Local taxing entities may be exploring the prospect of repurposing the .15-cent sales tax dedicated to the creation and maintenance of HorseThief Reservoir after its scheduled sunset in 2021.
The idea was broached at the Finney County Economic Development Corp.’s annual meeting on Wednesday as a solution to a funding formula that has routinely remained below the standard set forth by a plan agreed upon by the partnering taxing entities in 2005.
The Telegram erroneously reported in Thursday’s edition that the FCEDC had proposed a .25-cent sales tax hike at its annual meeting. The FCEDC cited the .25-cent sales tax hike proposed as a funding option in the 2005 Fruth Plan to juxtapose those projected revenues with the revenues that would be generated over time by a continued .15-cent sales tax.
The Fruth Plan was provided by William Fruth, president of POLICOM Corp., an economic research and consulting firm, to steer Finney County away from potential economic disaster in the wake of the fire that destroyed the Con Agra beef processing plant in 2000.
Voters approved Finney County’s .15-cent sales tax in 2005 to partner with Ford, Gray and Hodgeman counties in the creation and maintenance of the HorseThief Reservoir in Hodgeman County.
FCEDC President Lona DuVall said on Thursday, said perpetuating the sales tax after 2021, when managers of HorseThief Reservoir are set to fund ongoing maintenance through an endowment, would continue to deliver quality-of-life results in a different way through economic development opportunities.
Prolonging the tax for a new purpose after its slated sunset would still require a public vote, and DuVall said revenue generated by the tax after 2021 would be retained by a government partner, either Finney County or the City of Garden City. That partner ultimately would have control over what the FCEDC would be able to do with the funds, she said, but the added money would give the organization more flexibility in tackling projects.
“As a community, we’ve just had really good success,” DuVall said. “We’ve been really fortunate and been real successful in economic development over the last several years, and we just don’t want to see that slow down. We want to continue to be aggressive and continue to win projects and have growth in our community and our region. I think what it comes down to is we’ve just got to have funds that are dedicated to making sure that we can land those projects.”
According to the FCEDC’s estimates, the .15-cent sales tax would generate approximately $1,012,148 in 2022 if continued, compared to earnings of about $1,686,914 generated through the .25-cent sales tax recommended by the Fruth Plan in 2005. Earnings would incrementally increase over time with continued growth. If the .15-cent tax were to last into 2031, the FCEDC estimates it would generate $1,014,428 to augment economic development initiatives.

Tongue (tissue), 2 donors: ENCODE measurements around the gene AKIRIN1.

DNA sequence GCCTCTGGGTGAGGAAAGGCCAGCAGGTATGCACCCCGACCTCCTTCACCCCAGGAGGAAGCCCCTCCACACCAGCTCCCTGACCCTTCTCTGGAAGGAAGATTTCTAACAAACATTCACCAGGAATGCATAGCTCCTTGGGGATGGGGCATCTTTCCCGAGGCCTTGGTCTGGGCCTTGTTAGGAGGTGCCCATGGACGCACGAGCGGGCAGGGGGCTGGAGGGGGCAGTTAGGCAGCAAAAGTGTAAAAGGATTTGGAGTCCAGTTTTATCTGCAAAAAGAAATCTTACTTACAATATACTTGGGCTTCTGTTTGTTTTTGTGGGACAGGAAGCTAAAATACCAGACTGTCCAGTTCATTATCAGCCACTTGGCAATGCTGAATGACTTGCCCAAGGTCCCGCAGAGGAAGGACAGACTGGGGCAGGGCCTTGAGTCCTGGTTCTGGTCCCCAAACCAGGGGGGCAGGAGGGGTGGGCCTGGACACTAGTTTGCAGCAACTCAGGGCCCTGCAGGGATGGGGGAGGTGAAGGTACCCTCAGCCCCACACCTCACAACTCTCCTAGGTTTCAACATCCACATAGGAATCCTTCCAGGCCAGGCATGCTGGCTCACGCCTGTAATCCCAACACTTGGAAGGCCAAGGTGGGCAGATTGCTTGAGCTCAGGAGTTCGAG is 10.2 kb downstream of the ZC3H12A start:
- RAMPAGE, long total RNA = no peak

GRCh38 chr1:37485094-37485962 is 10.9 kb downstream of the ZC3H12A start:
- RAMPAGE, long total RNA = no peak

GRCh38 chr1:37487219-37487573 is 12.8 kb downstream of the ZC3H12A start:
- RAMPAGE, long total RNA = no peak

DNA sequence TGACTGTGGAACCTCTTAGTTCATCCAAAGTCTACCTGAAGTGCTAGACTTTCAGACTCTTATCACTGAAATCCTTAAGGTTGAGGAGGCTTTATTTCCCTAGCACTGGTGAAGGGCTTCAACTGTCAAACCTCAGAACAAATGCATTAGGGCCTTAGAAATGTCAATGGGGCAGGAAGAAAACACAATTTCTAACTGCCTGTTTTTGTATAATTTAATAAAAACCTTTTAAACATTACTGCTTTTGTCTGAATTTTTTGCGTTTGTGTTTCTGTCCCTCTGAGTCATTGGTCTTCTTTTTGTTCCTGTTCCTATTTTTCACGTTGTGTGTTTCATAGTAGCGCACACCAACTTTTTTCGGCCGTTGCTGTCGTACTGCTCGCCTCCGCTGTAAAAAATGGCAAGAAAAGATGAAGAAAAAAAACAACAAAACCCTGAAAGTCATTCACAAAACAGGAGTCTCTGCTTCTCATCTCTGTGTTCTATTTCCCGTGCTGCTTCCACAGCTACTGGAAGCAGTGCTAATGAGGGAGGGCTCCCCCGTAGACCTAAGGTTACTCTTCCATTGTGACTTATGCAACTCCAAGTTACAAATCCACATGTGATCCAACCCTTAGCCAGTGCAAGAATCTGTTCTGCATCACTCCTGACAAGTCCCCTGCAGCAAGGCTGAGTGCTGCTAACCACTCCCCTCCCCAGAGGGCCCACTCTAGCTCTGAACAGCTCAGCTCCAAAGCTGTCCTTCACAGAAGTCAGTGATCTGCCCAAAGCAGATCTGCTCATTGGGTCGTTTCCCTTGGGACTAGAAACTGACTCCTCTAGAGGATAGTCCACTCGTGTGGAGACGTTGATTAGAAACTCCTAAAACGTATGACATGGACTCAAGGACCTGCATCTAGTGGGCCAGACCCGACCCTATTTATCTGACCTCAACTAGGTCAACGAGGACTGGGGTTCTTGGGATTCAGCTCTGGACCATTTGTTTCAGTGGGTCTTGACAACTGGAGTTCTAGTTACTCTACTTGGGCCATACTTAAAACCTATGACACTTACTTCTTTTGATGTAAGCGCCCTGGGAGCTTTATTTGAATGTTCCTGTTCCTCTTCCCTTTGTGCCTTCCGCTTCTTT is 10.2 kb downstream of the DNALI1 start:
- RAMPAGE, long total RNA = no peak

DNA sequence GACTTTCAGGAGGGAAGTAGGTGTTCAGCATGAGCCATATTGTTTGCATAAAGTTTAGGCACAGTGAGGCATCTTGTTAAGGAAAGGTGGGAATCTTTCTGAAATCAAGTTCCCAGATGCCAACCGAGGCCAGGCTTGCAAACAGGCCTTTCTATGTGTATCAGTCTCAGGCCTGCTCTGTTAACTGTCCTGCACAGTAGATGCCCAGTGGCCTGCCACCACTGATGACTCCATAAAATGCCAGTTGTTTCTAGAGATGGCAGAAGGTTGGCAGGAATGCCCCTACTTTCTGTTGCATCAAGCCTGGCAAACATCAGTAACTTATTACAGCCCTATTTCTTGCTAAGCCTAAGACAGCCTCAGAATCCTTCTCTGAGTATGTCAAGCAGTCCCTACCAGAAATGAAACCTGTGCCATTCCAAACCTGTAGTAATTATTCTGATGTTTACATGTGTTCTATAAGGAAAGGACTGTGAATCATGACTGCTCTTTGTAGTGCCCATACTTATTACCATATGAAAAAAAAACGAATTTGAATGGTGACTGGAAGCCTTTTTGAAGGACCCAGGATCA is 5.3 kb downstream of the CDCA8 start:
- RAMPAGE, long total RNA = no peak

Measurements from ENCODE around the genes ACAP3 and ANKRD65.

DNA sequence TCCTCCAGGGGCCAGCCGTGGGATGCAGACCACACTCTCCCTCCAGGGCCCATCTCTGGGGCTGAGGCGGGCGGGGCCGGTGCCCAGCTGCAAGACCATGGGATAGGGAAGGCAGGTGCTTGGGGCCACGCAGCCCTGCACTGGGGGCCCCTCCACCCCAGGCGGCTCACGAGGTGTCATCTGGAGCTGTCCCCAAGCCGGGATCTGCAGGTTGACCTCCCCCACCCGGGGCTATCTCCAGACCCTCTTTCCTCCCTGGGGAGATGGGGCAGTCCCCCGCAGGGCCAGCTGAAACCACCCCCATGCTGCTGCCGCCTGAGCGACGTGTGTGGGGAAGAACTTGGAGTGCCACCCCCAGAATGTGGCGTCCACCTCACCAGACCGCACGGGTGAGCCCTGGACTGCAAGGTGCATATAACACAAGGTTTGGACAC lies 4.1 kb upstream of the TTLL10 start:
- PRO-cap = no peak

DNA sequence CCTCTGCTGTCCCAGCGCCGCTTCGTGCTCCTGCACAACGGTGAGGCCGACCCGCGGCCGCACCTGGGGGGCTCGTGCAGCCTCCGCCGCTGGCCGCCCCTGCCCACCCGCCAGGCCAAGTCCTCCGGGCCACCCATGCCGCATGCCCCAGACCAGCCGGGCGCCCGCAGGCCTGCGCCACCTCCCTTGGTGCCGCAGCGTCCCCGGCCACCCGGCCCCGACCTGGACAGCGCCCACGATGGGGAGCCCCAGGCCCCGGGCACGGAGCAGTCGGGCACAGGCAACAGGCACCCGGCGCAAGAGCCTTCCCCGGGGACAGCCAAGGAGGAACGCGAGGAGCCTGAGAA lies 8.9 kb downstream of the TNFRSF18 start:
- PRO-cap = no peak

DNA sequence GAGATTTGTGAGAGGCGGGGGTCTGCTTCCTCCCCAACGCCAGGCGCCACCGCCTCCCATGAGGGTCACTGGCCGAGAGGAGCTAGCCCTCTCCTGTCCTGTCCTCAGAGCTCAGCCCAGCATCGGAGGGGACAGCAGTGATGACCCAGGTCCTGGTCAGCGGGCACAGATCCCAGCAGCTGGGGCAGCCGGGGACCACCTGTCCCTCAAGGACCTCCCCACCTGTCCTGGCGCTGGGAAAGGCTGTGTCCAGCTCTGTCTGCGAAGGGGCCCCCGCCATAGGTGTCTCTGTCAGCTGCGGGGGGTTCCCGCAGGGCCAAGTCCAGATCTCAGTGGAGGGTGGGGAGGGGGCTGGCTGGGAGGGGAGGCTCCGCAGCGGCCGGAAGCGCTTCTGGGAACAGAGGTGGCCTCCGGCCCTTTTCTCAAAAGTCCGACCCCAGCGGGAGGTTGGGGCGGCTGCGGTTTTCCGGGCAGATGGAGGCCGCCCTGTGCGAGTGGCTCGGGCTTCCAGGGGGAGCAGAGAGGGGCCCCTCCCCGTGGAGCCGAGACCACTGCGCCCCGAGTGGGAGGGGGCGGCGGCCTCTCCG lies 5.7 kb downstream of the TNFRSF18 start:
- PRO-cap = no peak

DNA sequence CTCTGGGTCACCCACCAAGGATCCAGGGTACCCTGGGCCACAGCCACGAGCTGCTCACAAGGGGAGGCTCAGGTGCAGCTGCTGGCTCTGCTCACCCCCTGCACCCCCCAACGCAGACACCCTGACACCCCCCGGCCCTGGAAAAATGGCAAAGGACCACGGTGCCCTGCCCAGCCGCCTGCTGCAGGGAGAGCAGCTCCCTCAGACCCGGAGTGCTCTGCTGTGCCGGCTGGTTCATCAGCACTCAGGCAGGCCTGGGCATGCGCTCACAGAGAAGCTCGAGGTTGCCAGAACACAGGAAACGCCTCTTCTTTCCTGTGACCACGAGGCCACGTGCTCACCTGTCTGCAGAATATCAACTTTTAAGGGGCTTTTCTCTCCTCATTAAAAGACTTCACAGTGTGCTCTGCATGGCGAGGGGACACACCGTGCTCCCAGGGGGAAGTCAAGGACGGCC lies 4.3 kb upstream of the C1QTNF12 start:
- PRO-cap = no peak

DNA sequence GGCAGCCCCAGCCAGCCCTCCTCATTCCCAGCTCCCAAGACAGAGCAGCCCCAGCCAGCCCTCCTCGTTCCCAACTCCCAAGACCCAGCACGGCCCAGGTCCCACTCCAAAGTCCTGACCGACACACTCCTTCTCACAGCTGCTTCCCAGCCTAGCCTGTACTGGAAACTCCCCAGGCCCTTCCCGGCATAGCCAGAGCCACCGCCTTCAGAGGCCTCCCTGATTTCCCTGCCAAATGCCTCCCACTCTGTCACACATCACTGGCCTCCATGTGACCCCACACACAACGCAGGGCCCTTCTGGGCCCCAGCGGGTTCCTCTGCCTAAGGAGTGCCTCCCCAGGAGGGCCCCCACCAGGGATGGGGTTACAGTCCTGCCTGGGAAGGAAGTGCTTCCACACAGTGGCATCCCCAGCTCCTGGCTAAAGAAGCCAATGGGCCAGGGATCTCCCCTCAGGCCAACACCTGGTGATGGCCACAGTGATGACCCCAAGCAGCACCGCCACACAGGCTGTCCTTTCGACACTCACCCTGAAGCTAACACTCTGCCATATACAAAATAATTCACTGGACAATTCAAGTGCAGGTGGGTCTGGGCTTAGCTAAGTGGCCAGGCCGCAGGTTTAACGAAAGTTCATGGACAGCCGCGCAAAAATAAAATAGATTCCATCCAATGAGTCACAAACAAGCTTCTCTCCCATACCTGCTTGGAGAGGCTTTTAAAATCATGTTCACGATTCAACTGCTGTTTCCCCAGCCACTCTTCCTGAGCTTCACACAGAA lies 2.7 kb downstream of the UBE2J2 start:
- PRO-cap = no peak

While those revenues still don’t quite match the recommendations of the Fruth Plan, which advised funding the FCEDC nearly $4 million in 2008, they at least push funding over the $1 million benchmark. The plan recommended installing annual funding increments of over at least $1 million since 2008. By contrast, the FCEDC’s budget has lingered somewhere around $300,000 over the same period.
The potential for a big project prospect is always on the horizon, and Bob Kreutzer, the FCEDC board’s vice chairman, noted during Wednesday’s meeting that the repurposed sales tax would ease the burden on property owners to contribute to future developments by preventing property tax increases.
With the sunset of the HorseThief Reservoir tax still three years away, DuVall emphasized that any prospect of repurposing the sales tax after that point is still tentative.
“I think it’s important for everybody to understand that this is just the start of the discussion,” she said. “It’s really up to our member entitie — the county, both cities and the community college — to decide how they want to go forward and whether or not this is a route they want to take… We certainly welcome input from community members as we move forward in these discussions.”
Contact Mark Minton at firstname.lastname@example.org.